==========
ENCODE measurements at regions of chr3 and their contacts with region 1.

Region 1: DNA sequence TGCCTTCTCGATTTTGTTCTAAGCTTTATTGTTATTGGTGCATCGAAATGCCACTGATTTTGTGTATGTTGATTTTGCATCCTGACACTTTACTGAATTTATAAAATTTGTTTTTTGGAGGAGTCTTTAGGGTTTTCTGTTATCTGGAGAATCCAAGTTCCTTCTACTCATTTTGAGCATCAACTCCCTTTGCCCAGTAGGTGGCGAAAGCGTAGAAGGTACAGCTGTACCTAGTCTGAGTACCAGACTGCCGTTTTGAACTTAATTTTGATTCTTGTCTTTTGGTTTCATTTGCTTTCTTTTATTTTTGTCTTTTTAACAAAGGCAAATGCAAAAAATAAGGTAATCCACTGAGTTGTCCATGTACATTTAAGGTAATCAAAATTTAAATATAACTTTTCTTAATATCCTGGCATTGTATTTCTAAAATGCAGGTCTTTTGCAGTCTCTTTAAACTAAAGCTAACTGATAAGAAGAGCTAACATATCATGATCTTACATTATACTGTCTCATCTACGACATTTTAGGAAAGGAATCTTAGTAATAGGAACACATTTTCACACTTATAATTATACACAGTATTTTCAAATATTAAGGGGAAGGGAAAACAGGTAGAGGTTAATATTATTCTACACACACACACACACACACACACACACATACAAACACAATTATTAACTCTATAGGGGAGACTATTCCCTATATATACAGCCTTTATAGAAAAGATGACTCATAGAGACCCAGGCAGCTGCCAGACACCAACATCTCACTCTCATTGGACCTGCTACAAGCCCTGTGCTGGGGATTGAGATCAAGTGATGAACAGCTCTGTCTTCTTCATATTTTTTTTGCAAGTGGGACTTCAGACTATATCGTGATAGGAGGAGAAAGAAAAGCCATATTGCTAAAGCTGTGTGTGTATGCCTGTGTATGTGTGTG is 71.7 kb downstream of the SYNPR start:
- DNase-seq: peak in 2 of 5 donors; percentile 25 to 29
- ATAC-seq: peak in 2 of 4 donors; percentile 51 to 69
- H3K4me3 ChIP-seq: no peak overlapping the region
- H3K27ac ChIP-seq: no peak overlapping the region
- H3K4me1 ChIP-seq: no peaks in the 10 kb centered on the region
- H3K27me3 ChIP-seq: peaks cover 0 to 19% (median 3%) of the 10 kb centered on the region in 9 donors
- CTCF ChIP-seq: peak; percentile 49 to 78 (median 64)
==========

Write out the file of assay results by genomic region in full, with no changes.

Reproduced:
ENCODE measurements at regions of chr3 and their contacts with region 1.

Region 1: DNA sequence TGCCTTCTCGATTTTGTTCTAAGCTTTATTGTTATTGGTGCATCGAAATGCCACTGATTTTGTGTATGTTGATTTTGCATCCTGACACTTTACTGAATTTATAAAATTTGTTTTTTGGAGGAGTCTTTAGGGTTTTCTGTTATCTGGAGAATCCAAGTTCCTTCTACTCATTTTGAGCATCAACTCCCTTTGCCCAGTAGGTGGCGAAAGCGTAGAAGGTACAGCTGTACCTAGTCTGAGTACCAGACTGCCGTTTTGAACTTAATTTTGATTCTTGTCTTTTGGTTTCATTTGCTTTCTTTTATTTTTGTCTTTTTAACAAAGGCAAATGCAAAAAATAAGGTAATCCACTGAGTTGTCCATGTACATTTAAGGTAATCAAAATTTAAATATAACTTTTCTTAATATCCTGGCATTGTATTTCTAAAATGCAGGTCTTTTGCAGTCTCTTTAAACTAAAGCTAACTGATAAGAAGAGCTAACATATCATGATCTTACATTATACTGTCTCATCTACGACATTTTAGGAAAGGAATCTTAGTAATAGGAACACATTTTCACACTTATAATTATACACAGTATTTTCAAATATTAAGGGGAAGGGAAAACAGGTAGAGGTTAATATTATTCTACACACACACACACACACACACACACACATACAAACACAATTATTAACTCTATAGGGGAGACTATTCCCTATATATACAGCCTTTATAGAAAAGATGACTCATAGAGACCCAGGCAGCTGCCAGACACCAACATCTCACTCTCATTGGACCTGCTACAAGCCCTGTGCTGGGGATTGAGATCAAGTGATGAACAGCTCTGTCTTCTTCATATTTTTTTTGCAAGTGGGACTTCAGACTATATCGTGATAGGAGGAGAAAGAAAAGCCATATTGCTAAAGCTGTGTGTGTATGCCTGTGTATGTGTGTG is 71.7 kb downstream of the SYNPR start:
- DNase-seq: peak in 2 of 5 donors; percentile 25 to 29
- ATAC-seq: peak in 2 of 4 donors; percentile 51 to 69
- H3K4me3 ChIP-seq: no peak overlapping the region
- H3K27ac ChIP-seq: no peak overlapping the region
- H3K4me1 ChIP-seq: no peaks in the 10 kb centered on the region
- H3K27me3 ChIP-seq: peaks cover 0 to 19% (median 3%) of the 10 kb centered on the region in 9 donors
- CTCF ChIP-seq: peak; percentile 49 to 78 (median 64)